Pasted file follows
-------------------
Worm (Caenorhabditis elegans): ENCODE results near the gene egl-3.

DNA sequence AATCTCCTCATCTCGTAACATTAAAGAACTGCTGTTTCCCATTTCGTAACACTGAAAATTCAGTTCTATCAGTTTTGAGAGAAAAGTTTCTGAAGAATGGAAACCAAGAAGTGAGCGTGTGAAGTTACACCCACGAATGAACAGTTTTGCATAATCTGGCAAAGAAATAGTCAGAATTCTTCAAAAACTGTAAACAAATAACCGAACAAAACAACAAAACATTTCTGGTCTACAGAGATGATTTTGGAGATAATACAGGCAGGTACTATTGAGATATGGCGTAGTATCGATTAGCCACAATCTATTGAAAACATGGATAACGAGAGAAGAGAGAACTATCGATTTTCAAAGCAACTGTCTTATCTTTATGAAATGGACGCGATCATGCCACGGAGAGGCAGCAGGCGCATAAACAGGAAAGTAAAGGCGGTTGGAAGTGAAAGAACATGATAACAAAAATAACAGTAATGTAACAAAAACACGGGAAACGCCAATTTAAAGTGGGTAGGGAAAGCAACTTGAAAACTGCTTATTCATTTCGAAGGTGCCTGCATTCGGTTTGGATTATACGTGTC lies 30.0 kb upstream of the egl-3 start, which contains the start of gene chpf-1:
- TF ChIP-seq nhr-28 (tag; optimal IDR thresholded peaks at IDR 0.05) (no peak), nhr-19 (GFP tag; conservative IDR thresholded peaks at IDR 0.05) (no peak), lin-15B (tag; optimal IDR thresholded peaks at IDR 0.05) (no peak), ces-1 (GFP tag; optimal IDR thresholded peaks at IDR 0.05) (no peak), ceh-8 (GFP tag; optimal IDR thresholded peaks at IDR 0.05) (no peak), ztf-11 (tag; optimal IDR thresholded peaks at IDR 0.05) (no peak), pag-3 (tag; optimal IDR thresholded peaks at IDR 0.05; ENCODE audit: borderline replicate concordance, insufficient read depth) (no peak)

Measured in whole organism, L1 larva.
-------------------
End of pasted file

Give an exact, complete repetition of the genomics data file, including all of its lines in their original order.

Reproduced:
Worm (Caenorhabditis elegans): ENCODE results near the gene egl-3.

DNA sequence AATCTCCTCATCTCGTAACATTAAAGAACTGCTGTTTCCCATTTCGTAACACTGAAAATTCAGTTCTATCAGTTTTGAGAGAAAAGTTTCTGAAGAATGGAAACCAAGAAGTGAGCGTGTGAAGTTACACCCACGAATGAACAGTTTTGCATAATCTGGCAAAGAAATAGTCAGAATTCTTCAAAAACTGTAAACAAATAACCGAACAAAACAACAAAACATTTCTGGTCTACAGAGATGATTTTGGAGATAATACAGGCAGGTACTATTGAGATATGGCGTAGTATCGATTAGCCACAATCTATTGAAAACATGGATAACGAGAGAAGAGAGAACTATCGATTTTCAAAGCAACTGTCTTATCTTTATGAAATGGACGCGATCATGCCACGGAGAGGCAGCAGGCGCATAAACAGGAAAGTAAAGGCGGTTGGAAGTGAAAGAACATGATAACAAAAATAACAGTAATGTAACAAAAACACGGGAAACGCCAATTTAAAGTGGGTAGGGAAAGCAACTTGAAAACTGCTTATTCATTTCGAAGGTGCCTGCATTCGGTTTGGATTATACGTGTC lies 30.0 kb upstream of the egl-3 start, which contains the start of gene chpf-1:
- TF ChIP-seq nhr-28 (tag; optimal IDR thresholded peaks at IDR 0.05) (no peak), nhr-19 (GFP tag; conservative IDR thresholded peaks at IDR 0.05) (no peak), lin-15B (tag; optimal IDR thresholded peaks at IDR 0.05) (no peak), ces-1 (GFP tag; optimal IDR thresholded peaks at IDR 0.05) (no peak), ceh-8 (GFP tag; optimal IDR thresholded peaks at IDR 0.05) (no peak), ztf-11 (tag; optimal IDR thresholded peaks at IDR 0.05) (no peak), pag-3 (tag; optimal IDR thresholded peaks at IDR 0.05; ENCODE audit: borderline replicate concordance, insufficient read depth) (no peak)

Measured in whole organism, L1 larva.